The Mapagos were strong, the Maljingalane fierce and brave. I would not count this close knit alliance too soon. They have surprised us before. I love them.

richlaburn
Member
Guest

As soon as new males begin to move into the massive territory of the Majingilane, the action will start! For the time being, they are stretching themselves way to thin across too many prides. Great photographs JT.

Sue Edmunds
Member
Guest

How fast time goes by, I can’t believe we are contemplating the end of the mighty Majingilane’s. Thanks for your blog James and preparing us for the inevitable.

Tim James Musumba
Member
Guest

I like your well thought out article James!What i have always wondered like when your imagining Hip Scar will be cornered because his closest to the Kruger Park why can’t he just run for his life and evade the newcomers?Why do they always have to get caught by the incoming males?In fact by him roaring he will be making a big mistake.Also lion’s will smell other male lion’s from a distance and if wise disappear but they tend not to reason even they hear the enemy roaring from quite a distance and all the scent marks but still get caught napping and are killed.

Finally apart from Dark Mane and Hip Scar the other 2 males who i assume are Golden Mane and Scar Nose do not have a pride?They just seem to be always together and i should assume Golden Mane was the least dominant in the group!

Carsten Aretz
Member
Guest

It’s interesting how people like to provoke thought and anticipation. The Majingilane have been known to get together as four when things start heating up… We also know that the Majingine habe been known to come back with serious vengence. Kinky tail was an example of their wrath. The TRUTH is no one knows what is going to happen… The Matimbas are still around, Freddy (KNP male) has been hanging back with a couple of new lions, he might surprise us. And Solo? For all we know, he might rejoin the KNP male for another buffalo breakfast… And the remaining Selati might just jump out of the bush from hiding to tackle a lone River Male, while the River male is patrolling and scent marking his new territory–and then duplicate that strategy.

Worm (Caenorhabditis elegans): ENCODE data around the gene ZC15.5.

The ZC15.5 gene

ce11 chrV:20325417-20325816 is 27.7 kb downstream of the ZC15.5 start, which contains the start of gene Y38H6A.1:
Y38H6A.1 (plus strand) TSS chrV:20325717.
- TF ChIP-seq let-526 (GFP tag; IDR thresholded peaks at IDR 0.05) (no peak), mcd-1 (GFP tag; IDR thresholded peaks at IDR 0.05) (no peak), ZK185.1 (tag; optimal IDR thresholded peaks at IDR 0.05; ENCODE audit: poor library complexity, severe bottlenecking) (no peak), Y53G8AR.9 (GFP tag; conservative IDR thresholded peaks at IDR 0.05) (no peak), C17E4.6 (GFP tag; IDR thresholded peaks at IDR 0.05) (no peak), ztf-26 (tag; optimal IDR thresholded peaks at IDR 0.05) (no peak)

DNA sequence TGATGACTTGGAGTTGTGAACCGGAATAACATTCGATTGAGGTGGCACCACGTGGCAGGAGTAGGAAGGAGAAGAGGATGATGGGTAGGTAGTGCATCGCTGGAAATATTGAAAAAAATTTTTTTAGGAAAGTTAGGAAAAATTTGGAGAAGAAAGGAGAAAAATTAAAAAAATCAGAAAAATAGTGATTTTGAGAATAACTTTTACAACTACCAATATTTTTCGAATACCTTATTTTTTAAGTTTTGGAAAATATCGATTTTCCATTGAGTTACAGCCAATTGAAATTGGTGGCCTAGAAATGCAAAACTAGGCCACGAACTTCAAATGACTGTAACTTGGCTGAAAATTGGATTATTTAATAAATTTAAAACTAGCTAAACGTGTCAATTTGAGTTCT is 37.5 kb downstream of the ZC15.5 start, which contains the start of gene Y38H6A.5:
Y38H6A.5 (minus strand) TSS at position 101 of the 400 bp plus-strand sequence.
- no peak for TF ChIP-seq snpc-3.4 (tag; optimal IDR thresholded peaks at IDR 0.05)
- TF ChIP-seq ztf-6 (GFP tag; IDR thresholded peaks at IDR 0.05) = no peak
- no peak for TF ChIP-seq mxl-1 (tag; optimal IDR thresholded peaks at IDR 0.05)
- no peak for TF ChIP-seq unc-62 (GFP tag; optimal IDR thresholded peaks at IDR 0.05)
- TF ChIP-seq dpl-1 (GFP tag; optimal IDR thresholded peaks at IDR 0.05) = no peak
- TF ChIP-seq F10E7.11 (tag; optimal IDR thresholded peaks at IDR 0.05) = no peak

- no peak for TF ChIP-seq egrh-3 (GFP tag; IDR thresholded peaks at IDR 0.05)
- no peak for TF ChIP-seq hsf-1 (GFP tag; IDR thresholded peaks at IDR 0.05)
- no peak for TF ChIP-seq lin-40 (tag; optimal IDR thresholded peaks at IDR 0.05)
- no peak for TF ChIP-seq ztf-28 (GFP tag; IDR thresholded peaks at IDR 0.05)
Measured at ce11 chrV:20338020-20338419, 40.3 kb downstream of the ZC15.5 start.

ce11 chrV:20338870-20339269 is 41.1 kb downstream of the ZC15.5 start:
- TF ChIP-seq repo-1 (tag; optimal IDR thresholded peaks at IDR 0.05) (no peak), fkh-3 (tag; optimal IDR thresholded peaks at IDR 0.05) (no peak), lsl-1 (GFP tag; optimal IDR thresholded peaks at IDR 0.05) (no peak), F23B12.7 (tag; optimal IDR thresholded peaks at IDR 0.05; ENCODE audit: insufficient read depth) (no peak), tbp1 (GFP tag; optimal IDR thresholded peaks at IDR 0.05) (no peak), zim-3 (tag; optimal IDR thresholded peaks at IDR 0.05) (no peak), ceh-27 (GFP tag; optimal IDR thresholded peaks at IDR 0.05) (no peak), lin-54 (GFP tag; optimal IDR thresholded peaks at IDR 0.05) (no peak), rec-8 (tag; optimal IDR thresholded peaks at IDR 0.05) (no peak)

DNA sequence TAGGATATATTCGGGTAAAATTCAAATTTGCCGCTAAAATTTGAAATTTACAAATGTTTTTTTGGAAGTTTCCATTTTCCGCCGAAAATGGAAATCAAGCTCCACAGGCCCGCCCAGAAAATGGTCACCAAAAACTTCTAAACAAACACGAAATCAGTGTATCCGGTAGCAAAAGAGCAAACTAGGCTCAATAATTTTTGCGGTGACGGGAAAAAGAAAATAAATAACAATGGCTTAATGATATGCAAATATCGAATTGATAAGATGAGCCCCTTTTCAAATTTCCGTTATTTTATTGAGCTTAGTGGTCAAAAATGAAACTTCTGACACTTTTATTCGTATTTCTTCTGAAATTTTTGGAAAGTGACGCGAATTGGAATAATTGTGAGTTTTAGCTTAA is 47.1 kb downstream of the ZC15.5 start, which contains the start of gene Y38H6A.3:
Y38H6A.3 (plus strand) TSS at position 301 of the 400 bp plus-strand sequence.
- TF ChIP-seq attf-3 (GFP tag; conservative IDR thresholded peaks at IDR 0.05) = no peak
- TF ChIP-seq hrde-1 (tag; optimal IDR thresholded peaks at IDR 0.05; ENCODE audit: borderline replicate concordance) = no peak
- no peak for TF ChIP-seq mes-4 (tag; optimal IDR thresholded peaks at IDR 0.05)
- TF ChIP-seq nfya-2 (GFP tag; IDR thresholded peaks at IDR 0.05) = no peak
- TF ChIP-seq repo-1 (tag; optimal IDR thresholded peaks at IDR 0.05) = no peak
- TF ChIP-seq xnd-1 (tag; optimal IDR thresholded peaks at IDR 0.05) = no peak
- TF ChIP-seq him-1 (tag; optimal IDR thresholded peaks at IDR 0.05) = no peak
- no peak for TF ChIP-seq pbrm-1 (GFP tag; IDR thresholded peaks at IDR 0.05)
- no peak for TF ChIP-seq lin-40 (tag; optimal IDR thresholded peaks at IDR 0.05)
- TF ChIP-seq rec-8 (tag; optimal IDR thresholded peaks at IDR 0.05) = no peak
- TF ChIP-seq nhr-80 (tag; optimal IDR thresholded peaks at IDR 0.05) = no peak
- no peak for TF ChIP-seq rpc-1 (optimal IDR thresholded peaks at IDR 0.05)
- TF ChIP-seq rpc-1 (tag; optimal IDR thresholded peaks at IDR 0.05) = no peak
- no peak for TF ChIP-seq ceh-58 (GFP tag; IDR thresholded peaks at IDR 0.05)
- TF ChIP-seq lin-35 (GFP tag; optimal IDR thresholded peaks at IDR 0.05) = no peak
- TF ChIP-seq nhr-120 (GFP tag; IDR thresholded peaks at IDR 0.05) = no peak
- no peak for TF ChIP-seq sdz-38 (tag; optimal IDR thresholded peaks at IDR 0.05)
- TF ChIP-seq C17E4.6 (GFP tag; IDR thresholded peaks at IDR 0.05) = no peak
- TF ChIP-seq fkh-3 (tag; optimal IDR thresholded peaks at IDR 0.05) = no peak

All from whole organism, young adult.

No one knows. And there’s NO way of telling what WILL happen…

Tom R
Member
Guest

We all know that you don’t live forever.

Adriano
Member
Guest

Hi James. It’s practically 2 years to the day that you proposed the above outcome….2 years later and the tactically shrewd Majingalanes still dominant. Can you fill us in on how the dynamics of the various prides ended up playing out over these 2 years?

James Tyrrell
Photographic Guide/Media Team

Hi Adriano,

The Majingilane have moved into the western sector of the Sabi Sands, having pushed out the weaker Selati males. This part of the reserve, being bordered on three sides by the borders of the park itself, is necessarily much easier to defend as the coalition only really has to worry about their eastern territorial boundary. The last three coalitions to move into that area have done so for this exact reason. “Tactical” or inevitable movement from natural pressures? I guess we could debate this ad infinitum…

AA
Member
Guest

With Kinky Tails case, they never came back with vengeance. Infact, when the fist saw him, the 4 manginjis ran with this tails between their legs, they only turned on him because kinky was very arrogant and he left T behind which was his downfall. They might have wanted revenge but they were too scared of the molowathis to fight upfront.

But as you said, they are aggressive but have a history of backing down when things are not in their favor or if they are not in a 4 vs 1 situation.